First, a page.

clock menu more-arrow no yes mobile

Filed under:

Texas freshman SF Brock Cunningham looking to develop his game throughout first season

The Austin native is aiming to build upon a promising offensive arsenal as he adjusts to the speed of the college game.

Adidas via 247Sports

If there’s one thing we know about Texas Longhorns head basketball coach Shaka Smart, it’s that he greatly values great effort from his players. Though incoming freshman small forward Brock Cunningham may not make a big impact in the box score this year, Smart and the team expect him to make an impact beyond a stat line by bringing intensity to every practice and every play.

“I love Brock because [he] competes on every play.” Smart says, “I can’t wait to see how his blue-collar mentality is going to positively affect our team.”

An incoming freshman from Westlake High School, Cunningham has long been tied to the Longhorn program. The 6’7, 205-pound small forward was the first addition to what ultimately finished as yet another top 10 recruiting class. But his ties to Texas were developed well before he committed to the play basketball on the Forty Acres.

“I went to a bunch of games when I was little,” Brock said of the Longhorns to ESPN’s Jeff Borzello. “I remember they were playing some Big 12 team; I said I want to play in that burnt orange one day. It has been a little bit of a dream of mine.”

Though he was making his name in the Longhorns backyard, other big-name programs were in pursuit of Cunningham. After a coming-out stint in the Adidas Gauntlet circuit in 2017, where he averaged 22.1 points and 10.4 rebounds per game, Cunningham shot up the recruiting boards and ultimately landed in ESPN’s top 100 rankings at No. 90. With that recognition, more offers came Cunningham’s way.

By the time Cunningham signed his National Letter of Intent, he held offers from Oklahoma, Gonzaga, Missouri, Oklahoma State, with Stanford and Pennsylvania also in pursuit.

Ultimately, though, it was trust and comfort with Smart that won Cunningham over.

“It felt like a good fit,” Cunningham said. “From what I hear, Coach [Shaka] Smart is a player’s coach. He spends a lot of time with them. He won’t be distant.”

Cunningham shouldn’t be expected to get much court action this season, as the Longhorns enter the year with plenty of experienced wings in the fold. However, the hope is that Cunningham can use his first season on the Forty Acres to build upon his impressive offensive game, and improve his defensive capabilities.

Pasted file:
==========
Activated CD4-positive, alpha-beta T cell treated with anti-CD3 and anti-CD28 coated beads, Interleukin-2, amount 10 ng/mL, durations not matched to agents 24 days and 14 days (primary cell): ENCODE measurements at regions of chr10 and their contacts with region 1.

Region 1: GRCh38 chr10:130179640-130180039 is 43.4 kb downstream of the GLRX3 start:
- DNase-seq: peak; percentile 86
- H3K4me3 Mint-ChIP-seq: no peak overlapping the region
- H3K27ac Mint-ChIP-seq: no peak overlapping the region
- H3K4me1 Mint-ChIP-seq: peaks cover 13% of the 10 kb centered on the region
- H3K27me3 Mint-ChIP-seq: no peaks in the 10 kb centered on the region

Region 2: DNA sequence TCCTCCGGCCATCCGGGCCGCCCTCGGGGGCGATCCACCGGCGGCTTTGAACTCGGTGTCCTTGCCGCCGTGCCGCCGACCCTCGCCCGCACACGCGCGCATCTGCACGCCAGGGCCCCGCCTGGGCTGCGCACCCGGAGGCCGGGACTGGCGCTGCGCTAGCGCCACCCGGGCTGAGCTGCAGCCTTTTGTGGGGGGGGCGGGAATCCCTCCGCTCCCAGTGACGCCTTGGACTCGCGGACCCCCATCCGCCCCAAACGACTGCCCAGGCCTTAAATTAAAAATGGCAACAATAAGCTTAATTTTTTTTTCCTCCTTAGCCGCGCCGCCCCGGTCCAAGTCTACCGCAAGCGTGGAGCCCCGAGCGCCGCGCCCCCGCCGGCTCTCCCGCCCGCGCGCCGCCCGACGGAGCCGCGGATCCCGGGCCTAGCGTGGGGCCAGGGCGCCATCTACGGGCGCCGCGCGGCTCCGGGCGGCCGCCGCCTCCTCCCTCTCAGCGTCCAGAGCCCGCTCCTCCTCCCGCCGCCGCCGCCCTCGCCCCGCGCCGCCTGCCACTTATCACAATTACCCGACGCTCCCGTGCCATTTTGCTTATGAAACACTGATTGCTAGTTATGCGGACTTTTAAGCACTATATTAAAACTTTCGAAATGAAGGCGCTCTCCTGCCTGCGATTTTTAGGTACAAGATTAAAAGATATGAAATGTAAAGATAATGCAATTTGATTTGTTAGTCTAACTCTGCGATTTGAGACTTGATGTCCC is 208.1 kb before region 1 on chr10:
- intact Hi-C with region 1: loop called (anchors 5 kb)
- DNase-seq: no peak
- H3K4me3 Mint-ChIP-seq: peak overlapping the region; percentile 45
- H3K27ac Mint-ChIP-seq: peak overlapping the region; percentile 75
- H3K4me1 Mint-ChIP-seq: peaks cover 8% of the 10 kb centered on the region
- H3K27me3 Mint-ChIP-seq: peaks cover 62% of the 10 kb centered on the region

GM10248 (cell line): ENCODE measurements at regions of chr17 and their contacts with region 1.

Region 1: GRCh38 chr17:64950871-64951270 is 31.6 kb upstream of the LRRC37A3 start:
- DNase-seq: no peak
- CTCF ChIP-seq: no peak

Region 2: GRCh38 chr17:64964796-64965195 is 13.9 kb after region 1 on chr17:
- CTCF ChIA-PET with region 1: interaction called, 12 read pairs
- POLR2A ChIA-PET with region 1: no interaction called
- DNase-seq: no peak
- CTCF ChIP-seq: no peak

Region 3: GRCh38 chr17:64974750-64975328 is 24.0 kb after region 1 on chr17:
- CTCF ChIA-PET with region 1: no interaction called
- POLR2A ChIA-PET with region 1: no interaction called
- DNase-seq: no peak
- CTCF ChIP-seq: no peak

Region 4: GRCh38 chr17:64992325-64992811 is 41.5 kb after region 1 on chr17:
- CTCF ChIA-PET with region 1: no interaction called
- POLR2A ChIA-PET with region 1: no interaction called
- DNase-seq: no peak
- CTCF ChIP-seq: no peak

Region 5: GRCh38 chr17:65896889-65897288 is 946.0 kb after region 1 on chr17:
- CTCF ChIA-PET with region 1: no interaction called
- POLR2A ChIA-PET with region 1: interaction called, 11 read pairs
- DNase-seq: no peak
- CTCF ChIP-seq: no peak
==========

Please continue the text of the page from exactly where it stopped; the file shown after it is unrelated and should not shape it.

Last year, Cunningham showed off his impressive all-around game at the Cypress Invitational:

Brock Cunningham had the crowd buzzing all tournament. You can count on him to play hard the full 32 minutes of a game. He was easily one of the best players at the Cypress Hoops Invitational. The number three player in the state scored 20 plus points in each game he played. He played hard each minute he was on the court; grabbing most of Westlake’s team rebounds each game, diving for loose balls, and playing great defense on and off the ball. Offensively, the Texas commit is hard to stop in one-on-one isolation situations. He has deep range and is comfortable hitting tough off-balance jumpers from the mid-range. Throughout the tournament, he displayed his great touch in the paint. He finished with either hand, used his go-to turnaround jump shot, and displayed a newly developed running hook shot. He is always aggressive and lives at the free throw line. Brock averaged 25 points per game throughout the tournament.

The Austin native brings a soft shooting touch packaged with a competitive nature that leads to him being an active rebounder and someone who should get to the free-throw line with ease. When he got to the line at the Texas Tip-Off on Wednesday, he hit both of his attempts.

Cunningham has a great three-point stroke, but he’ll need some time to adjust to the speed and length of opposing teams to get his shot off and maintain a high three-point percentage.

Cunningham’s play-hard demeanor is eye catching, but it will take some time for him to adjust to the speed of college basketball. Once the game slows down and Cunningham finds comfort within his role, the potential to become a three-to-four-year contributor is there, and should come with proper coaching and time learning Smart’s system.